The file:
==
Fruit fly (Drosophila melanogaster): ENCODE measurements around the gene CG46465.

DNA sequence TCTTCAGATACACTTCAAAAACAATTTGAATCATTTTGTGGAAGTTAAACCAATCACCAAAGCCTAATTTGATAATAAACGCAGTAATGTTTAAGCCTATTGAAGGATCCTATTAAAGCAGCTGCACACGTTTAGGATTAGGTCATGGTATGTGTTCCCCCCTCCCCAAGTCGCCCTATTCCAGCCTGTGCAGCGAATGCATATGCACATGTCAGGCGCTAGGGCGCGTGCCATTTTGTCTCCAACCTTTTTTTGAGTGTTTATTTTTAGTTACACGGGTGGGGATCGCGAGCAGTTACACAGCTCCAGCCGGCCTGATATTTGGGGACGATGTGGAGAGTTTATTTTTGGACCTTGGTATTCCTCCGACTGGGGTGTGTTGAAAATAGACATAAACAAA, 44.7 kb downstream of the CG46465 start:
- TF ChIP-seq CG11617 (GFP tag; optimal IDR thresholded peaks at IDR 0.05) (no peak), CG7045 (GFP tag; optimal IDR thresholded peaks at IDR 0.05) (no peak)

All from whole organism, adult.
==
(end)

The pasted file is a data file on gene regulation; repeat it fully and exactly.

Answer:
Fruit fly (Drosophila melanogaster): ENCODE measurements around the gene CG46465.

DNA sequence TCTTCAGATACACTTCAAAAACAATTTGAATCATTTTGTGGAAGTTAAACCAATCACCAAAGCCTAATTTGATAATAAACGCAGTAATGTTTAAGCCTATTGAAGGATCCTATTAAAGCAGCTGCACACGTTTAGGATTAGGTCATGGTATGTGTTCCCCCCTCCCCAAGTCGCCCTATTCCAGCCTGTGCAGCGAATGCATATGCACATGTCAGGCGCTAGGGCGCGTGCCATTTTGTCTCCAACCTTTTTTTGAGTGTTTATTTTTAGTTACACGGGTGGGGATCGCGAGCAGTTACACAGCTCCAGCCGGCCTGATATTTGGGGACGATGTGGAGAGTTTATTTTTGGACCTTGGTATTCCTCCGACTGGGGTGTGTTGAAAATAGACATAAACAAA, 44.7 kb downstream of the CG46465 start:
- TF ChIP-seq CG11617 (GFP tag; optimal IDR thresholded peaks at IDR 0.05) (no peak), CG7045 (GFP tag; optimal IDR thresholded peaks at IDR 0.05) (no peak)

All from whole organism, adult.